AMSAT News Service Bulletin 358.02
 From AMSAT HQ SILVER SPRING, MD.
December 24, 2006
To All RADIO AMATEURS
BID: $ANS-358.02

Techsat1b/GO-32 PBBS services had been suspended due to a special test and to 
maintainance needs on 25 November 2006. With the maintainance and testing now 
complete, GO-32 returned to operations on Thursday morning 21 December 2006.

[ANS thanks Roni, 4Z7DFC, for the above information]

/EX


SB SAT @ AMSAT $ANS-358.03
GeneSat-1 Continues Operations

AMSAT News Service Bulletin 358.03
 From AMSAT HQ SILVER SPRING, MD.
December 24, 2006
To All RADIO AMATEURS
BID: $ANS-358.03

The GeneSat-1 mission is proceeding very well.  Biology data shows definite 
growth.  Payload temperature control is doing a good job of holding the 
median payload temperature close to 34 deg C (the latest data shows median 
payload temp of 33.42). The 2.4 GHz communications link is functional and 
supporting the required level of procedural execution by the ops team. So far 
nearly all commanding has been done in the very early morning hours, over 
time the Ops Team will also be interested in assessing how time-varying (and 
most likely directional) 2.4 GHz noise affects the command link (e.g. how 2.4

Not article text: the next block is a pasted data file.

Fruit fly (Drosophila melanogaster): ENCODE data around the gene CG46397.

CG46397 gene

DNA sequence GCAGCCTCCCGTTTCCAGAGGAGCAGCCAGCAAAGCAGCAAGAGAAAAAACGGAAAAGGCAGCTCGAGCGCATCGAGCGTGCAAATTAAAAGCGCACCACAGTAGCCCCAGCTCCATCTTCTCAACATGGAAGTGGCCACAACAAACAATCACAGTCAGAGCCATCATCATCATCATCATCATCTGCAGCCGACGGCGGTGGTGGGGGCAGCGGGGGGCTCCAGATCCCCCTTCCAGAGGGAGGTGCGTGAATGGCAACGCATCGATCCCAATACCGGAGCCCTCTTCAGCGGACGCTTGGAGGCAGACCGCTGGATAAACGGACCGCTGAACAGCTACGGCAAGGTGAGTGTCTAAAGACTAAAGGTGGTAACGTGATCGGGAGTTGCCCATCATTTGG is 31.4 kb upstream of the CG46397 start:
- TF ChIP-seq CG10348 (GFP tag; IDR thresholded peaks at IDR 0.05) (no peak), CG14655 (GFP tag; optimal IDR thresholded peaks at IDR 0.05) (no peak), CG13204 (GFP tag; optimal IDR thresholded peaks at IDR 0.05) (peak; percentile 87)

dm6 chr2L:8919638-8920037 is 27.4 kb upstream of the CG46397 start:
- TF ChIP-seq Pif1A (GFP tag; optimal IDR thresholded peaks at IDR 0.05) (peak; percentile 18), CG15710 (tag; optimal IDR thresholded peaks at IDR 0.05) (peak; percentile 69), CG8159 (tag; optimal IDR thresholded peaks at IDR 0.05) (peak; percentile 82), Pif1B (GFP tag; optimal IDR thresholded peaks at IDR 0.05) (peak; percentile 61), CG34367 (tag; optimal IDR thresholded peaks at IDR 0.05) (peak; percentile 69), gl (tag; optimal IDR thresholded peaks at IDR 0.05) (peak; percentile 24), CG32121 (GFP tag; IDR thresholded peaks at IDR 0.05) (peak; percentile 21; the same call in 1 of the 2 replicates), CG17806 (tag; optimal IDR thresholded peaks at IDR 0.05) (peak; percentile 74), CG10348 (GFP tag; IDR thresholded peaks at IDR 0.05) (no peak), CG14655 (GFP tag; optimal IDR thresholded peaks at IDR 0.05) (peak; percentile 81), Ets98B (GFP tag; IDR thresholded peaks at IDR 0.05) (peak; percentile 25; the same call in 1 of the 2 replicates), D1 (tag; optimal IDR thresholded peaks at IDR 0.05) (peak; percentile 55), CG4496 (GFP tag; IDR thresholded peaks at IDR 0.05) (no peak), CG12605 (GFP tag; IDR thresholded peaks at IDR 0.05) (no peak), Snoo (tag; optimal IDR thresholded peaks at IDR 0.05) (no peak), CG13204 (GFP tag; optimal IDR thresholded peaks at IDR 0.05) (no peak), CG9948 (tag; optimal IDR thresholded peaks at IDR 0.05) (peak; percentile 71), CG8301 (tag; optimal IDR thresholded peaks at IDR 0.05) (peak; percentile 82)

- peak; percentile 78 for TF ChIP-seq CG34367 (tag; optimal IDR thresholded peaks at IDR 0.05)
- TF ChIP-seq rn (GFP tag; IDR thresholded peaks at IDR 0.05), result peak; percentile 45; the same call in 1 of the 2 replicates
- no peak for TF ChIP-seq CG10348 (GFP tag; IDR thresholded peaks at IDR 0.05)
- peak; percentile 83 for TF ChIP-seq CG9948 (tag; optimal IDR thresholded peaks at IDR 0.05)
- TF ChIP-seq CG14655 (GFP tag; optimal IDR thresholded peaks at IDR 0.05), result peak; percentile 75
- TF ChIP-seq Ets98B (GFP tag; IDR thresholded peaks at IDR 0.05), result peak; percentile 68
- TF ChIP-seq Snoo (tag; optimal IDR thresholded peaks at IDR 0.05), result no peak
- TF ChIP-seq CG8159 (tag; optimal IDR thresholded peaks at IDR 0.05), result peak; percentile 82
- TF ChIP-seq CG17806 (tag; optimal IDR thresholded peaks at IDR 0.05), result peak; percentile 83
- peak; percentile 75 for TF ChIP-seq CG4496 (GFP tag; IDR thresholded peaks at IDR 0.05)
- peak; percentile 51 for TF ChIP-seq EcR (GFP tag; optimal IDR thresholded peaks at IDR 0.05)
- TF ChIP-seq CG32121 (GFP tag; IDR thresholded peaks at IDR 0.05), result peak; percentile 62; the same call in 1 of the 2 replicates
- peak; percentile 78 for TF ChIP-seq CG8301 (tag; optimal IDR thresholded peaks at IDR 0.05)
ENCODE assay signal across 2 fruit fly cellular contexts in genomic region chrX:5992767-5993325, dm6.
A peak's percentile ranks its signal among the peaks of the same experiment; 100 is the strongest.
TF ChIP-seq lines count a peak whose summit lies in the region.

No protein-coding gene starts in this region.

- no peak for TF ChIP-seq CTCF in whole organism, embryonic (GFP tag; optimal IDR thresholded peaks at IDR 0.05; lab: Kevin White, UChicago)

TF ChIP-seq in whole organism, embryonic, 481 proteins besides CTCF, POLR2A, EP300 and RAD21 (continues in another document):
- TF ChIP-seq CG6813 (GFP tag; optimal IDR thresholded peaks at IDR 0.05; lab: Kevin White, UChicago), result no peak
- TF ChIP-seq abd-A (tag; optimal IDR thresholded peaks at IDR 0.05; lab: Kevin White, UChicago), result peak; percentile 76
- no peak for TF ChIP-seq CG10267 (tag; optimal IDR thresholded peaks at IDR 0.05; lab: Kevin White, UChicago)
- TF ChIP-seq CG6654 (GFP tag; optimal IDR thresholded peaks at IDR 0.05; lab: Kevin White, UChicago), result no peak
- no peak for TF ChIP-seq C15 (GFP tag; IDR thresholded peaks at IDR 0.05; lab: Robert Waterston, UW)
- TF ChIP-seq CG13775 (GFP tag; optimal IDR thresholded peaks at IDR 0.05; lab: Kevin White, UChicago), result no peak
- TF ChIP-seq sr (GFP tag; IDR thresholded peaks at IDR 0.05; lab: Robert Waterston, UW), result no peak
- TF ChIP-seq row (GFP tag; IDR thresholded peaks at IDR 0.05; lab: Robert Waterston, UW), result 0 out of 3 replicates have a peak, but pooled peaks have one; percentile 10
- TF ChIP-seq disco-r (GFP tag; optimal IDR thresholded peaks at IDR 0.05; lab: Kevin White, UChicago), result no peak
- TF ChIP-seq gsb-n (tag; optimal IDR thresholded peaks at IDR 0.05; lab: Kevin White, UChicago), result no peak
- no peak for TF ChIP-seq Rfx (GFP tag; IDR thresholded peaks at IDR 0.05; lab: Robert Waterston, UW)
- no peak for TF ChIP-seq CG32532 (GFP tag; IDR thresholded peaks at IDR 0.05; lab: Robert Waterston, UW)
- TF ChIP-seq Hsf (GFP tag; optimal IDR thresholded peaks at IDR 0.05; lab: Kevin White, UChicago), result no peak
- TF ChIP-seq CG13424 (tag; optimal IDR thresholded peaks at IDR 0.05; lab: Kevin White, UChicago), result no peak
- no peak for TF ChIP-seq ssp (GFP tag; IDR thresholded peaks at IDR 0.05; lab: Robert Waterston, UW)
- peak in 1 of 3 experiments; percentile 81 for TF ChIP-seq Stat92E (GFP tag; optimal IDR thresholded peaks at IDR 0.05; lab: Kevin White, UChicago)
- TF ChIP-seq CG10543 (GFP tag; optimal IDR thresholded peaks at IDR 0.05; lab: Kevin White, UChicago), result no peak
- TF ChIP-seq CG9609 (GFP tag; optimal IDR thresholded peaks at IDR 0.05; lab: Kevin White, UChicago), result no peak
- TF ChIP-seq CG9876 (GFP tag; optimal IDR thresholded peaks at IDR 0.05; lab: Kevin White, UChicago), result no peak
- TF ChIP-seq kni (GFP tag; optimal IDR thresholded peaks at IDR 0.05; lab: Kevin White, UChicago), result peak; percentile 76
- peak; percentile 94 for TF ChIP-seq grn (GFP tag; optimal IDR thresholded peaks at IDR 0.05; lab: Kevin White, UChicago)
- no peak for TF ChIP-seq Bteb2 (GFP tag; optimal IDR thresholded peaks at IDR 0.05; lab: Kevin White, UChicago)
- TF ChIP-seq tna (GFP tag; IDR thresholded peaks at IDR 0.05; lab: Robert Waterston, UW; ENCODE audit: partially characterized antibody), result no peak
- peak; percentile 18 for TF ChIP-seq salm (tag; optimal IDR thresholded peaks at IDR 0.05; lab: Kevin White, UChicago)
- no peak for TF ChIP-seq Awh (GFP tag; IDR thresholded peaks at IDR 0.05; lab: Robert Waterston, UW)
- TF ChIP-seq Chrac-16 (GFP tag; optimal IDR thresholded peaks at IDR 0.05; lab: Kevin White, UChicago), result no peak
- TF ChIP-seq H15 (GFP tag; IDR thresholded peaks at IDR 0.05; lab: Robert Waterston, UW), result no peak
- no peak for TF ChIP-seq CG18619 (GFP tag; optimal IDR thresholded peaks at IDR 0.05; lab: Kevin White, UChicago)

GHz wireless noise increases during normal working hours)

The 70cm beacon downlink is excellent although the frequency has shifted down 
to about 437.0645 MHz.  So far over 7100 beacon packets have been submitted 
by Amateurs world-wide.

The GeneSat team is also happy to report the winner of the GeneSat First 
Contact Prize for the amateur radio community: Ralph Wallio, WØRPK.  Ralph 
successfully decoded 5 beacon packets at approximately 13:44:28 UTC on 16 
December 2006, which was about 85 minutes after GeneSat deployed from the 
PPOD.  Ralph is located in Iowa.

Additional information about the GeneSat-1's on-going mission is availble at
http://www.genesat1.org/

[ANS thanks GeneSat1 Operations for the above information]

/EX


SB SAT @ AMSAT $ANS-358.04
ARISS Status - 18 December 2006

AMSAT News Service Bulletin 358.04
 From AMSAT HQ SILVER SPRING, MD.
December 24, 2006
To All RADIO AMATEURS
BID: $ANS-358.04

1. Swedish School Contact Successful

On Sunday, December 17, students attending Thunmanskolan in Knivsta, Sweden 
spoke with Swedish astronaut Christer Fuglesang, KE5CGR/SA0AFS, on board the 
ISS via the telebridge station VK4KHZ in Australia.  Fuglesang was able to 
answer 13 questions posed to him by thirteen students. Audio was fed to the 
Echolink AMSAT (101 377) and JK1ZRW (277 208) servers and to IRLP Discovery 
Reflector 9010. Fifty connections from 12 countries were made to Echolink, 
including 5 simplex and 3 repeater nodes. Eight stations connected to IRLP